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Algebraic Function Fields and Codes
Publisher: Springer (2009)
Details: 355 pages, Hardcover
Edition: 2 Series: Graduate Texts in Mathematics 254
Topics: Algebraic Functions, Algebraic Geometry, Coding Theory, Field Theory
MAA Review[Reviewed by Felipe Zaldivar, on 01/27/2009]
An algebraic function field in one variable, over a given field K, is an extension of K of transcendence degree one. These field extensions are naturally associated to algebraic curves over the given field and as such have been studied in algebraic geometry since the 19th century. On the other hand, when the ground field K is a finite field, the arithmetic of a function field in one variable over K shows remarkable analogies with the arithmetic of a number field, i.e., a finite extension of the field of rational numbers. These analogies have provided important conjectures and results in number theory.
In this book we have an exposition of the theory of function fields in one variable from the algebraic point of view, leaving to an appendix a dictionary that translates some of the results of the algebraic theory to the algebraic geometry language.
Thus, from the algebraic approach, we find an exhaustive exposition of the elements of the theory of function fields in one variable over an arbitrary ground field (places, valuations, divisors, genus, Galois extensions of function fields, ramification, derivations and differentials) with self-contained proofs of some major results, e.g., duality, the Riemann-Roch and Weierstrass gap theorems and the Riemann-Hurwitz genus formula. The exposition includes the basic examples to illustrate the theory, namely the rational function field K(x), quadratic extensions of K(x), and one chapter is devoted to a detailed study of elliptic and hyperelliptic function fields and some cyclic extensions of the rational function field.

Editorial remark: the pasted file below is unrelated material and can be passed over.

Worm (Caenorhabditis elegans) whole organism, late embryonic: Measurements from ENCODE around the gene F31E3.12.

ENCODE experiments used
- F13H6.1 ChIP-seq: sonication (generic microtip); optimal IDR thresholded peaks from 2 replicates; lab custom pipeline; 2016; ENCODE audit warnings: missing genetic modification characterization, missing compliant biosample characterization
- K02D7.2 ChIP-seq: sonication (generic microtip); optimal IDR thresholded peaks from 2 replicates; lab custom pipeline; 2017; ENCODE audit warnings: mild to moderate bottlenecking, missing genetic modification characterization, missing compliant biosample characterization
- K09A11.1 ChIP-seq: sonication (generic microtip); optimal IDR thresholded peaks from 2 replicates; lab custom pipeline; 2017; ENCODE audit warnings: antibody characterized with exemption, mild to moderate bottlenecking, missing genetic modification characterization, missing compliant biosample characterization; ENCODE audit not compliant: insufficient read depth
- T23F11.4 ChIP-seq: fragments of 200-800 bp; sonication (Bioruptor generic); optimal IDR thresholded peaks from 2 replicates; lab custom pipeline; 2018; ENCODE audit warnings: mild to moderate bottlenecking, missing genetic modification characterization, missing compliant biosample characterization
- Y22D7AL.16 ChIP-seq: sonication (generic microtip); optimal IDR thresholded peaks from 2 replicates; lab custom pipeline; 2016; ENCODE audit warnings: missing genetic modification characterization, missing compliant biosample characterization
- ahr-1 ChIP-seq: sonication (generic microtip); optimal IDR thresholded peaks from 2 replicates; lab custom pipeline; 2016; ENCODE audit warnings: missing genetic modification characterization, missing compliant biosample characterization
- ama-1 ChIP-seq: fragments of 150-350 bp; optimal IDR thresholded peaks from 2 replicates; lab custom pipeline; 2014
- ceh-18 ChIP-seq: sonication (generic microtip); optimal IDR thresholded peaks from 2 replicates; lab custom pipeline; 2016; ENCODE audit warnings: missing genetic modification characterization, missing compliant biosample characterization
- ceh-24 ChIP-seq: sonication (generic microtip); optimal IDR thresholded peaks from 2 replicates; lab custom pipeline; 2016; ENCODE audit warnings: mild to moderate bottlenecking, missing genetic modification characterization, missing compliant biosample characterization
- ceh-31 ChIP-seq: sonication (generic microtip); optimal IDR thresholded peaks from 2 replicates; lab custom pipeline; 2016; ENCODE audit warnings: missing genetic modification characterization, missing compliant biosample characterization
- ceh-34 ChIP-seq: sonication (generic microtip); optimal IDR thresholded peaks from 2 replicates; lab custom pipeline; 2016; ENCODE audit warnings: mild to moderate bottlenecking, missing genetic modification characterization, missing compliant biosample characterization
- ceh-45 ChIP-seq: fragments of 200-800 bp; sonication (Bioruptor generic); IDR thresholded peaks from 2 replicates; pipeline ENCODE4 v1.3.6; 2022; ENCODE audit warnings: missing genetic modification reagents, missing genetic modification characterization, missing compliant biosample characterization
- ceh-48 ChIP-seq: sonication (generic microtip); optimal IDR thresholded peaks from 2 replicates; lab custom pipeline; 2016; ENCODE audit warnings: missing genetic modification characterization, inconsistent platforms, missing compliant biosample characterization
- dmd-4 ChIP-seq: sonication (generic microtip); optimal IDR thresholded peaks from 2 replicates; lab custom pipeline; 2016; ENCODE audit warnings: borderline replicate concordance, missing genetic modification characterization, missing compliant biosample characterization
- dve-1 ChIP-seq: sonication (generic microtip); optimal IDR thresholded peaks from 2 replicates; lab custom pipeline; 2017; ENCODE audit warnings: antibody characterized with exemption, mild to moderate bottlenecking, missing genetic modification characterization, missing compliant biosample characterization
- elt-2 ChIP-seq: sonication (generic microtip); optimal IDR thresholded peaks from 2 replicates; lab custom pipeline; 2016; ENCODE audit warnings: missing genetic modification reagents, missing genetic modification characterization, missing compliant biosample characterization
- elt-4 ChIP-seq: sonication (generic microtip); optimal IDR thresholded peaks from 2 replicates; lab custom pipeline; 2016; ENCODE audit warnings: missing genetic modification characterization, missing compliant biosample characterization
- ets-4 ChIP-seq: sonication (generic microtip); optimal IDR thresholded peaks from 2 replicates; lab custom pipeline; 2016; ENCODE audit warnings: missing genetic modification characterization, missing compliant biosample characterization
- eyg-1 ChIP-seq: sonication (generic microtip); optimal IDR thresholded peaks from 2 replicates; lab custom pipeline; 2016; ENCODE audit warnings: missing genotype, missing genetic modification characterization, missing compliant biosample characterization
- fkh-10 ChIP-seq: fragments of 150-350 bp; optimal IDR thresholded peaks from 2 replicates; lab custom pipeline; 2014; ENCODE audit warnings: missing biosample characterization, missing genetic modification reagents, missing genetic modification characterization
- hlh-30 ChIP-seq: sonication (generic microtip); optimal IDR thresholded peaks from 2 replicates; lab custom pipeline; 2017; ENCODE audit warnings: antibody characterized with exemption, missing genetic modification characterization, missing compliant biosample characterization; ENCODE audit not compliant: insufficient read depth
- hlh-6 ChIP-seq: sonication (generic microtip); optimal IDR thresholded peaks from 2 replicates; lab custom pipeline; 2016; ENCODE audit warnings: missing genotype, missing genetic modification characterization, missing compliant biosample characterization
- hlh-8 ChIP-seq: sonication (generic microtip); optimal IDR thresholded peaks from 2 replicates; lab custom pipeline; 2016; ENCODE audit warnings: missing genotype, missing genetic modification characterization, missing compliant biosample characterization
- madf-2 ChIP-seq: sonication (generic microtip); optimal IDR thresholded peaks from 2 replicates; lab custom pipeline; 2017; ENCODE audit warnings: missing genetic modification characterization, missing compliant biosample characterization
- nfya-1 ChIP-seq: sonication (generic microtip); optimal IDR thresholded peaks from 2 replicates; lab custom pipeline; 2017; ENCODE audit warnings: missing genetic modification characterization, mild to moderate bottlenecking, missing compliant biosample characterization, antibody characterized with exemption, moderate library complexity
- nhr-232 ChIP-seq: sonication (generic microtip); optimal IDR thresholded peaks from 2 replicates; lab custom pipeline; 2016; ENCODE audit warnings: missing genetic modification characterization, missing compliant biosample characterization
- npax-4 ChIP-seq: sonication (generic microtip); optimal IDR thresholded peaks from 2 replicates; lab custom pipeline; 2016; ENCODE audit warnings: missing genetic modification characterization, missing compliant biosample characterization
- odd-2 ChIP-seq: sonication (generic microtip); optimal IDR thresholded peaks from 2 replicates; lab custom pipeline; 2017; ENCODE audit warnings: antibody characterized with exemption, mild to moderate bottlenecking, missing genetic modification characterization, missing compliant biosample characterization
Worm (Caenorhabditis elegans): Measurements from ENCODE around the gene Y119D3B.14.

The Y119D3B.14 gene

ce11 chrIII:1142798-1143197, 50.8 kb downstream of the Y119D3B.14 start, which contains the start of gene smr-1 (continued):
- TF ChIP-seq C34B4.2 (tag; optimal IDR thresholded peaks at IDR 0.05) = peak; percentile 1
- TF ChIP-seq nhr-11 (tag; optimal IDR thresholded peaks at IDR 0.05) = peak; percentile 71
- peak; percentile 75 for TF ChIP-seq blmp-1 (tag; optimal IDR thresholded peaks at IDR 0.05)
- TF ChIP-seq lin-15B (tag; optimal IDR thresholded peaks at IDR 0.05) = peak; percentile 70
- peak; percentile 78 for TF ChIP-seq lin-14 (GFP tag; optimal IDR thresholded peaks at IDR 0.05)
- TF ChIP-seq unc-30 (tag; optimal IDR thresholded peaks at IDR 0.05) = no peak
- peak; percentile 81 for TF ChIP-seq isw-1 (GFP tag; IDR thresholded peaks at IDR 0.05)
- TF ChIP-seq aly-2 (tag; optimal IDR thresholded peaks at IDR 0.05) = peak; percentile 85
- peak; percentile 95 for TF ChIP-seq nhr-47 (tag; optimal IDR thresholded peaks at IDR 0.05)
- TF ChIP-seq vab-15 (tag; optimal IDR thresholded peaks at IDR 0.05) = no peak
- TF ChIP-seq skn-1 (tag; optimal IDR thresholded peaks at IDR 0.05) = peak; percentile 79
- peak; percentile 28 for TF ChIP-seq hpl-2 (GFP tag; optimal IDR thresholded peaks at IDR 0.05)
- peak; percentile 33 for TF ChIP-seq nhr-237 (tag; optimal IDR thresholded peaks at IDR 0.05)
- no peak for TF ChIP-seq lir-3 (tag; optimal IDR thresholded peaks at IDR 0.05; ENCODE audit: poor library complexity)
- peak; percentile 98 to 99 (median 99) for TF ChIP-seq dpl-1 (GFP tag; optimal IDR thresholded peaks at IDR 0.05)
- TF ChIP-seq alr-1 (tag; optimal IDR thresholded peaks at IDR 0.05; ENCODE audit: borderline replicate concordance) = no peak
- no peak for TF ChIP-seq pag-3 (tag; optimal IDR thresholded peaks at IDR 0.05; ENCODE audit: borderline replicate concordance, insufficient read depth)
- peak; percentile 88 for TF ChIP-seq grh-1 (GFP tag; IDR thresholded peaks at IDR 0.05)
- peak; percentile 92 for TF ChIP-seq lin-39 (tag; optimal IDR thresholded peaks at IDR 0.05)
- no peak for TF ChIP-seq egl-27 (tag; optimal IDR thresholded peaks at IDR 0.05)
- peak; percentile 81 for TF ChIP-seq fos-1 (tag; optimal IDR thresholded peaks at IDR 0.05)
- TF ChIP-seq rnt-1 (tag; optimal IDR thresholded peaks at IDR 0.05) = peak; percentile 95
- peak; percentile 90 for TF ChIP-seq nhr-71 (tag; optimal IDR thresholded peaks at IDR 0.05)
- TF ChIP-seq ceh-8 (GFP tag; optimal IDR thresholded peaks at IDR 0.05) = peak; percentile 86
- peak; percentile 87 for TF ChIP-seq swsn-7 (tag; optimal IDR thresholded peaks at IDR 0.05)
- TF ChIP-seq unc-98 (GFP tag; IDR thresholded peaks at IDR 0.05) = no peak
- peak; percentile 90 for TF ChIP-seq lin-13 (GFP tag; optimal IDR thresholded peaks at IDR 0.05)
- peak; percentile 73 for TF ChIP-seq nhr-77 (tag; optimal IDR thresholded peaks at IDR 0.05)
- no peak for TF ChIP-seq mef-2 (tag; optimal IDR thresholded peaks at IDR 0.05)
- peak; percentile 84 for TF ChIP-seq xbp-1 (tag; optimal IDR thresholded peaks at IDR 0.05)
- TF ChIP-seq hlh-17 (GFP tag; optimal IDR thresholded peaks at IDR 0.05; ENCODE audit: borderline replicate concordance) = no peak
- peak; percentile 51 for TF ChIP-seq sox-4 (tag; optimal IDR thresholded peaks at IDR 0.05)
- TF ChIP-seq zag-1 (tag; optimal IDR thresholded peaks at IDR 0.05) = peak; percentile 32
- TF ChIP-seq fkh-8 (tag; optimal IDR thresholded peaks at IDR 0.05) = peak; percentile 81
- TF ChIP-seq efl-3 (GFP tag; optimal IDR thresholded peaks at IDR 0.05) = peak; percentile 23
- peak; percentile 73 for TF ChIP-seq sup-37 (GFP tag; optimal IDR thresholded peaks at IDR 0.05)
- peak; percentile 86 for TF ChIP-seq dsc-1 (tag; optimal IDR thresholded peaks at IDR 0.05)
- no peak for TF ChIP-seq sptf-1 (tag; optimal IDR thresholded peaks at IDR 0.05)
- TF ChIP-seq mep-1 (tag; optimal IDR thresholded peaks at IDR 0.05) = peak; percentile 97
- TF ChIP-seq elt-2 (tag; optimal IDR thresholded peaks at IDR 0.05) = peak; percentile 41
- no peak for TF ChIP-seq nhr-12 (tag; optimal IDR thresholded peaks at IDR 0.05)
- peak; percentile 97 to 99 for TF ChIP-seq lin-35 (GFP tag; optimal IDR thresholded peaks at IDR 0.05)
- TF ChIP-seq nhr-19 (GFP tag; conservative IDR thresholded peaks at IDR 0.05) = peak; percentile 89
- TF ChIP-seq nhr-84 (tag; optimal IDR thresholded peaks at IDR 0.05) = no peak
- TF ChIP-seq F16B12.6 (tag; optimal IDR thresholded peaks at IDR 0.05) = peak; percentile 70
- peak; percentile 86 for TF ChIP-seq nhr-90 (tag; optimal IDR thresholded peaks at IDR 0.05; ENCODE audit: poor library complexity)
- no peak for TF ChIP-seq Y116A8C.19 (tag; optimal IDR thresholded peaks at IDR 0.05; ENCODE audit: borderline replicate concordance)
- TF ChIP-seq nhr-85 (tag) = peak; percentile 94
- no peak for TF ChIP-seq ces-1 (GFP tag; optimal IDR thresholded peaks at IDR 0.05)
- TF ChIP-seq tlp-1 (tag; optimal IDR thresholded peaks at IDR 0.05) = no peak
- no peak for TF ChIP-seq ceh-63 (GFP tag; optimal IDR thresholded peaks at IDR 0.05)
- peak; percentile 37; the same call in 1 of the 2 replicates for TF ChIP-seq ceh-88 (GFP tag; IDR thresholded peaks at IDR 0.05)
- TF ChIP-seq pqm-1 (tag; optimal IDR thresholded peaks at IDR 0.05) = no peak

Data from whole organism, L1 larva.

Next, the author focuses on the important case of function fields over a finite field proving that the zeta function of one such field has an Euler product expansion, satisfies a functional equation and an analogue of the Riemann hypothesis (proved using Bombieri’s approach) and as a consequence the Hasse-Weil theorem estimating the number of places of such a field, giving also some improvements (by Serre and Ihara) on the Hasse-Weil bound, with a view towards some applications.
As an application of the theory, three chapters of the book are devoted to the study of codes (subspaces of the vector space of n-tuples with entries in a finite field Fq), starting with a brief introduction in Chapter 2 and then proceeding to define the algebraic geometry codes associated to given divisors. This theory was pioneered by V. D. Goppa in the 1970s. The resulting codes are well-behaved and include the classical Reed-Solomon and BCH codes, now reinterpreted as algebraic geometry codes associated to divisors in the rational function field Fq(x). Moreover, the theory of function fields (or equivalently, the theory of algebraic curves over Fq) is used to obtain bounds on the parameters of these algebraic geometry (Goppa) codes (dimension, minimum distance and weight).
The book is carefully written, the concepts are well motivated and plenty of examples help to understand the ideas and proofs and so it can be used as a textbook for an introductory course on the (classical) arithmetic of function fields with an application to coding theory.
This is the second edition of a book originally published in 1993 (Springer Universitext). The changes consist, mainly, in the addition of exercises at the end of every chapter and a new chapter on the asymptotic theory of function fields over finite fields, allowing the author to give a complete proof of the Tsfasman-Vladut-Zink theorem that was just sketched on the first edition.
Felipe Zaldivar is Professor of Mathematics at the Universidad Autonoma Metropolitana-I, in Mexico City. His e-mail address is firstname.lastname@example.org